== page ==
Raw materials and resources are essential for modern economies, but they come with environmental impacts. It is crucial that Europe sources and uses them responsibly to successfully transition towards a circular economy, climate neutrality and sustainability. We need to recycle these materials more while reducing extraction and consumption.

Keeping valuable materials in a circular economy

The EU aims to double its use of recycled material, in terms of its share in the total amount of material used by the economy, between 2020 and 2030, as set out in the circular economy action plan. Increasing the circular material use rate would reduce the extraction of natural resources and related environmental impacts. In 2021, recycled material accounted for 11.7% of the material used.

The circular material use rate for the various material groups differs significantly, with metal ores above 22% and for fossil fuels only 3% in 2021.

Given this relatively stable trend of the past decade, doubling the circular material use rate by 2030 will be very challenging. Nevertheless, some EU countries show promising results.

How big is Europe's material footprint?

The EU’s material footprint refers to the amount of material extracted from nature, both inside and outside the EU, to manufacture or provide the goods and services consumed by EU citizens.

From 2010 to 2020, the EU’s material footprint remained relatively stable. Of the various material groups, consumption of non-metallic minerals is the highest, accounting for 50% of the footprint in 2020. Biomass was the next largest group (23%), followed by fossil fuels (19%) and metals (9%). Although non-metallic minerals account for a large part of the total material footprint, they have less of an impact on the environment and climate than metals and fossil fuels, relative to their shares of the material footprint.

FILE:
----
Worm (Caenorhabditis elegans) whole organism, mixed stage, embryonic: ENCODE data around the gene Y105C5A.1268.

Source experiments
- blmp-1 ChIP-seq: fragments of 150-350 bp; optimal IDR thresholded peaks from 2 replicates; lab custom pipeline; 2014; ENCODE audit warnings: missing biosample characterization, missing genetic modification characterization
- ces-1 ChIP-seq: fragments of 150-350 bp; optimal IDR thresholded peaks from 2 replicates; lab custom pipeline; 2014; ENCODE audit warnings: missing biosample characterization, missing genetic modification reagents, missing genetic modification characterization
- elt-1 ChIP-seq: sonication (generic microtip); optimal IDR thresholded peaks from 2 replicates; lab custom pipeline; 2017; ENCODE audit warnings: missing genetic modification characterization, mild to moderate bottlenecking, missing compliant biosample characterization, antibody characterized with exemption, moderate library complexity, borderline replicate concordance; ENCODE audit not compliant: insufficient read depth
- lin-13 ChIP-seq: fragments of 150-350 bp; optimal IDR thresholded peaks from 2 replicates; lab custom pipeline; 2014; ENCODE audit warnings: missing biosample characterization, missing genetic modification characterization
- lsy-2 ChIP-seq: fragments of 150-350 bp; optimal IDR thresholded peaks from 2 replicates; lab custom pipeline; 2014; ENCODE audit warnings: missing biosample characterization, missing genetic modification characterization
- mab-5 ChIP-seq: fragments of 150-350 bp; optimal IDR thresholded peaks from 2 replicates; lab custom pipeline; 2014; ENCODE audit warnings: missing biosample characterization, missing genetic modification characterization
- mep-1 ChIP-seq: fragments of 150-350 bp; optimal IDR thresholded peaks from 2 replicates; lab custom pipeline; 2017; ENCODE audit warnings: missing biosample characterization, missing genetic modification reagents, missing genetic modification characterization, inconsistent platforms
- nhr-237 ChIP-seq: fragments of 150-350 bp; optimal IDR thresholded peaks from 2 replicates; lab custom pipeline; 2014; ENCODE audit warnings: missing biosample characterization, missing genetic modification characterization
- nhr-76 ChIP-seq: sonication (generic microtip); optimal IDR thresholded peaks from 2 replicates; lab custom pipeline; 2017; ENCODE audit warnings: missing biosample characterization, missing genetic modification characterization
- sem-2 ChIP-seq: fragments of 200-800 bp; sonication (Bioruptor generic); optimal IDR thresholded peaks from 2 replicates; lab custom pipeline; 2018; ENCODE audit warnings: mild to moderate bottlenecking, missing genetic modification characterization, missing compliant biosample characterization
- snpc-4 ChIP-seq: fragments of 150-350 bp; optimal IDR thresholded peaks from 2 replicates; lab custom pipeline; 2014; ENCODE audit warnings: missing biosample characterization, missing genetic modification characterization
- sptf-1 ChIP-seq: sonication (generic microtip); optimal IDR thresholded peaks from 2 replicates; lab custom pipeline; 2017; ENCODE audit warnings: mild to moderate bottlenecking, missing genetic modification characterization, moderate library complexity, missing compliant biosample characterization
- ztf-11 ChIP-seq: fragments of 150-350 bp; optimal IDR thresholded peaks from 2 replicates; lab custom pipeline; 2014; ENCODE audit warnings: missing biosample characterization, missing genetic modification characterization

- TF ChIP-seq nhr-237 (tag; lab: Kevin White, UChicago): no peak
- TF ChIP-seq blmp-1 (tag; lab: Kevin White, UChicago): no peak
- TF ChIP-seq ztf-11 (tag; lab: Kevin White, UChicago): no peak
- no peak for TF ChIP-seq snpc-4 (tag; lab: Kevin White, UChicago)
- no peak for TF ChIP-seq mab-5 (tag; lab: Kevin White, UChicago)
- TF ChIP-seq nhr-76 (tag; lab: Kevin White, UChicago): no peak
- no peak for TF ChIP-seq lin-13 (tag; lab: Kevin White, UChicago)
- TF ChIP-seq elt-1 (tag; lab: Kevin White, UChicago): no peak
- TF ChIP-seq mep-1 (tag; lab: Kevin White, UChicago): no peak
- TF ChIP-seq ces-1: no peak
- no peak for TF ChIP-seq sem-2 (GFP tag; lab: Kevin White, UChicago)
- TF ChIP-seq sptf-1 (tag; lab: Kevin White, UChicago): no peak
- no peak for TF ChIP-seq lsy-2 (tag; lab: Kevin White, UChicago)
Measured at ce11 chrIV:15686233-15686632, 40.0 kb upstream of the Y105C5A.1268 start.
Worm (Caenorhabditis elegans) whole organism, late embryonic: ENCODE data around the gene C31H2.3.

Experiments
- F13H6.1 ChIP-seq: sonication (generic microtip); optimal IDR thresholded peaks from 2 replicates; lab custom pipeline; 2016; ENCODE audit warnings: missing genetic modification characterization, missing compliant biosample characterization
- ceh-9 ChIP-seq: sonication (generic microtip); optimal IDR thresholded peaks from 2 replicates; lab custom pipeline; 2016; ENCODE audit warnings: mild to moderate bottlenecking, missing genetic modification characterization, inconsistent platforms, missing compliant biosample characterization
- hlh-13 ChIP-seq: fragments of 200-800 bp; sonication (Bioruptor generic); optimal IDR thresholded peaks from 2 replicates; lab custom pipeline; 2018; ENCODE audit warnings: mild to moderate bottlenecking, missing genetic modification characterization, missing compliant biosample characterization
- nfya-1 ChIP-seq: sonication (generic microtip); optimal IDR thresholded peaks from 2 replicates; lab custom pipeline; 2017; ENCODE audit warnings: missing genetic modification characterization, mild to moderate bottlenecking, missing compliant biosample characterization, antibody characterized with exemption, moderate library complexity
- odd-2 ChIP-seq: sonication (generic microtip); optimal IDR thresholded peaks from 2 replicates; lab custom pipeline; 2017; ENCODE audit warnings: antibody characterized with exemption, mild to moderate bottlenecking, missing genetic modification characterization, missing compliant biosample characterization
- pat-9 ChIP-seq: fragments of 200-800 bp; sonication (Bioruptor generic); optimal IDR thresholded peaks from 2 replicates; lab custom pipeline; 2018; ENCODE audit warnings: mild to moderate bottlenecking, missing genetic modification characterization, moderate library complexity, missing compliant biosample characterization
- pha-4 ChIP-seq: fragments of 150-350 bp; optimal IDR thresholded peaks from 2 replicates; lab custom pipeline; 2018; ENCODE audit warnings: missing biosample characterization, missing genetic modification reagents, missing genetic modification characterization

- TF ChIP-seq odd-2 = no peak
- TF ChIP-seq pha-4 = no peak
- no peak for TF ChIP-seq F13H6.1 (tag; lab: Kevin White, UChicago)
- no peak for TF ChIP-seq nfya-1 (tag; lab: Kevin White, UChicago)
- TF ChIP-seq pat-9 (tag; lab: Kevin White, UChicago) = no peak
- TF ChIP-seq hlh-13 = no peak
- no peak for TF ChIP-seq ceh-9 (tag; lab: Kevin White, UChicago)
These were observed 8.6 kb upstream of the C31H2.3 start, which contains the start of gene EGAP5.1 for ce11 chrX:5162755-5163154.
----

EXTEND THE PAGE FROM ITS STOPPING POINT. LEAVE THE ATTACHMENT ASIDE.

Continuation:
The EU's Eighth Environment Action Programme calls for a significant decrease in the EU’s material footprint.

Tracking raw material use in Europe

The EEA has ongoing cooperation with the European Commission's Joint Research Centre to compile knowledge on raw material security and sustainability. The result is the Raw Materials Information System (RMIS), a knowledge platform on non-fuel, non-agricultural raw materials from primary and secondary sources.

Sharing knowledge on global resource use

The International Resource Panel (IRP) was launched by the United Nations Environment Programme (UNEP) in 2007 to help build and share the knowledge needed to improve resource use worldwide. Here, EEA Executive Director Hans Bruyninckx collaborates with 29 esteemed scientists to study key questions around resource use and produce assessment reports on global resource use.

Overall, the panel aims to produce guidance and connections between policymakers, industry, and the community on improving global resource management.

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